RE: Possible to add new precomposed characters for local language in Togo?

From: Doug Ewell <>
Date: Fri, 04 Nov 2016 13:52:52 -0700

Philippe Verdy wrote:

> Consider this source code (based on Microsfot "kbd.h", even if it is
> ported to ReadOS)
> Look for the structures named with "LIGATURE"
> And now look at the special entry value "WCH_LGTR"=0xF002 (i.e. a
> PUA), which indicate these keys are mapped using those "LIGATUREn"
> structures (which have arbitrary lengths in WCHAR/UTF-16 code units),
> instead of storing a 16-bit code unit directly.
> <kbd.h> predefines LIGATURE1 to LIGATURE5 but longer lengths are
> possible (see cbLgEntry and nLgMaxd members in the KBDTABLE structure)
> The table of ligatures in linked from the pLigature member of the
> KBDTABLES structure, which points to the first set of LIGATURE1
> mappings.

OK, I understand now. We are rehashing the discussion on this list from
August 2015, in which Marcel claimed that the presence of these lines in

typedef struct _LIGATURE ## i { \
        BYTE VirtualKey; \
        WORD ModificationNumber; \
        WCHAR wch[i]; \


was proof that some version of Windows actually supported ligatures
longer than 4 code units (WCHARs). But no such proof ever materialized.
There is still no documentation and no examples of any native Windows
keyboard that generates more than 4 code units from one keystroke.

kbd.h could declare:


and a user could compile it, and that would have nothing to do with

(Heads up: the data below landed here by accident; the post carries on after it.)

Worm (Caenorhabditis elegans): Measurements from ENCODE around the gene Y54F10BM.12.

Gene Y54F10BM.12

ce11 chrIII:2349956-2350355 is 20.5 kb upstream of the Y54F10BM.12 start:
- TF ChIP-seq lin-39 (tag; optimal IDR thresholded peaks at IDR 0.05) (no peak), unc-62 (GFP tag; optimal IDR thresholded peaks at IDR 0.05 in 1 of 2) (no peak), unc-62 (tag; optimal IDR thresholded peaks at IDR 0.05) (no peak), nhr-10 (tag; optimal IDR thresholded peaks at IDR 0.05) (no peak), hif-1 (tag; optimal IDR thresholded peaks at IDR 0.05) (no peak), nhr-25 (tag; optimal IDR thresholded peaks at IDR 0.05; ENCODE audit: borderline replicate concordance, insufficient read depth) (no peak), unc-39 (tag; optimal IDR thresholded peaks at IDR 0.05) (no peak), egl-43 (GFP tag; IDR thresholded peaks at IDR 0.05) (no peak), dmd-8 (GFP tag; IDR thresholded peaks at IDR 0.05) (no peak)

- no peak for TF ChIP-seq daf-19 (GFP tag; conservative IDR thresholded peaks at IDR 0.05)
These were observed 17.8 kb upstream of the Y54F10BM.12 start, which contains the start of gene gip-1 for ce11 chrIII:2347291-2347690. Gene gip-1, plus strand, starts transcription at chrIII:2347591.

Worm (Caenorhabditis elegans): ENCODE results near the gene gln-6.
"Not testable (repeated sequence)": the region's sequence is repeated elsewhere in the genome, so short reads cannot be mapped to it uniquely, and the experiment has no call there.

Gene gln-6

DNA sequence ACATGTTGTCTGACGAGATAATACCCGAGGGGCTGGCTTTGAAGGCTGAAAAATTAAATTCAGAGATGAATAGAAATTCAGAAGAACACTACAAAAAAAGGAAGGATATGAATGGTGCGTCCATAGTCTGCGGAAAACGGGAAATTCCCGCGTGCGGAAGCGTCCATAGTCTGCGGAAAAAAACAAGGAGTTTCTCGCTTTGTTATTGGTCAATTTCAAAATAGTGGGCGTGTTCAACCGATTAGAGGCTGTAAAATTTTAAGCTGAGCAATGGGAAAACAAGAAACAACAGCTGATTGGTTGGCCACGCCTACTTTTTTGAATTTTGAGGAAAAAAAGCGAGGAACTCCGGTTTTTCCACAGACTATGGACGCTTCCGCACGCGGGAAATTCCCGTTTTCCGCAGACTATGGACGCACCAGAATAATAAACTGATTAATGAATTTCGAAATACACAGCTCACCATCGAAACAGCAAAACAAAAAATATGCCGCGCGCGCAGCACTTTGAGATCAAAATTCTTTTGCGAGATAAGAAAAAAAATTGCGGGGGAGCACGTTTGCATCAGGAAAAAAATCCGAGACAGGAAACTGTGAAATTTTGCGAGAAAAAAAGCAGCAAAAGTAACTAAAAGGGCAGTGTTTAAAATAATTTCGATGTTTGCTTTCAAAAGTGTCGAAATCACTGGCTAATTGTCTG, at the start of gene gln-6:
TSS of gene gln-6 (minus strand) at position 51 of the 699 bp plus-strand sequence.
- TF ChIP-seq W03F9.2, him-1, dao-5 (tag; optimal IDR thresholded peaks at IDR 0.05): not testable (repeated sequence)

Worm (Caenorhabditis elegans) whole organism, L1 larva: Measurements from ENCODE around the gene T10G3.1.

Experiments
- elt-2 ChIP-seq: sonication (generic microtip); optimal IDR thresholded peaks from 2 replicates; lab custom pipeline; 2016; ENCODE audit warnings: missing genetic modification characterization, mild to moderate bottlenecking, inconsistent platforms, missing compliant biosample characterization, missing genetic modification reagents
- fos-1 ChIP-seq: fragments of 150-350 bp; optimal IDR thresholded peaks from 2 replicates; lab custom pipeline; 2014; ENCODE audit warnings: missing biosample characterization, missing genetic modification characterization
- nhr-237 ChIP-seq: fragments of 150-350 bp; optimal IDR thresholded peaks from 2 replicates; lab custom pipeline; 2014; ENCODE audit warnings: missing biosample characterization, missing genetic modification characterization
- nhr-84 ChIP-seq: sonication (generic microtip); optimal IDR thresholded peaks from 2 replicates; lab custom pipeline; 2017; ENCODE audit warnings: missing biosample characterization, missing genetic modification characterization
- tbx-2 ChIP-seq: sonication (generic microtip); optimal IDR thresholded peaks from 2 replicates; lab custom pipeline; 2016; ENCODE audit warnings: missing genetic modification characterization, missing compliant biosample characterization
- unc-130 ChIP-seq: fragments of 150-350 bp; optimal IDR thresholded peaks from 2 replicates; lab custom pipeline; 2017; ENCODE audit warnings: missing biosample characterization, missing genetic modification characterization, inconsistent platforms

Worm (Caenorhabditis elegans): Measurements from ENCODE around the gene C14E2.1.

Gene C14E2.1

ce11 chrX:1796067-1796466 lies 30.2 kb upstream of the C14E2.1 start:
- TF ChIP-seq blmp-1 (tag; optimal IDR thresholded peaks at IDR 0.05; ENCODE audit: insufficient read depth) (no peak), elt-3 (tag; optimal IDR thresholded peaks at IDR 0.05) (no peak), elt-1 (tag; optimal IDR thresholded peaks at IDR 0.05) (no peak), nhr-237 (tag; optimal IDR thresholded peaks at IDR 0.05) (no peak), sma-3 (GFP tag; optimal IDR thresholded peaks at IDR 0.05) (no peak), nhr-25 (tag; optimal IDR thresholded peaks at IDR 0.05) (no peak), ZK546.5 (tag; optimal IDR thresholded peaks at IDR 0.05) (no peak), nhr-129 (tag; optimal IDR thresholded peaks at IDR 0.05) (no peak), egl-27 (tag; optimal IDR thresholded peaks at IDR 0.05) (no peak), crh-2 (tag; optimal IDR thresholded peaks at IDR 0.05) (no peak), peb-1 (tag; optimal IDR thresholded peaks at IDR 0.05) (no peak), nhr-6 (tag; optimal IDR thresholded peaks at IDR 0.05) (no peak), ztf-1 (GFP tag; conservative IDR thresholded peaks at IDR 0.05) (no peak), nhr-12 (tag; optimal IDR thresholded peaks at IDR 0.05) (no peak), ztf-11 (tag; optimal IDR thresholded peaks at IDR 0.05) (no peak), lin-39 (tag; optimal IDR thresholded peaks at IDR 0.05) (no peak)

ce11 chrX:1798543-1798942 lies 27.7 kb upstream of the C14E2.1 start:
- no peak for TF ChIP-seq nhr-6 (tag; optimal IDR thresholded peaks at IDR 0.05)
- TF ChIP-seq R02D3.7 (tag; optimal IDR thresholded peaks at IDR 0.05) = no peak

whether the Windows runtime could actually handle a LIGATURE structure
of that size.

Going beyond 4 seems like such a useful and intriguing enhancement, for
some folks anyway, that if it were possible, it should be easy to find
at least one example where some DDK developer has utilized it.

And once again, that is not what Mats was talking about. He was talking
about dead-key combinations not being able to generate more than ONE
code unit. And if you go back and look at kbd.h, you will see this:

typedef struct _DEADKEY {
        DWORD dwBoth;
        WCHAR wchComposed;
        USHORT uFlags;


Notice the absence of any array of 4, 6, or 8192 WCHARs. Only one WCHAR
can be composed from a dead-key sequence. This is why Mats was unable to
create a keyboard for double-accented letters that don't map to a single
BMP code point using dead keys. (Correct, Mats?)

A clarification: When I said "send or post the *actual code*", I assumed
you were creating KLC files and running them through kbdutool (bypassing
MSKLC), as you implied yesterday, not examining C++ code from the DDK. I
apologize for this unstated assumption and the confusion it caused, but
I still don't see any facts to support either the claim that a single
keystroke can generate more than 4 code units, or the claim that a dead
key combination can generate more than 1.

I'm currently trying to see if there is a Microsoft employee or business
unit that can resolve these questions for us once and for all.

Doug Ewell | Thornton, CO, US |
Received on Fri Nov 04 2016 - 15:53:29 CDT

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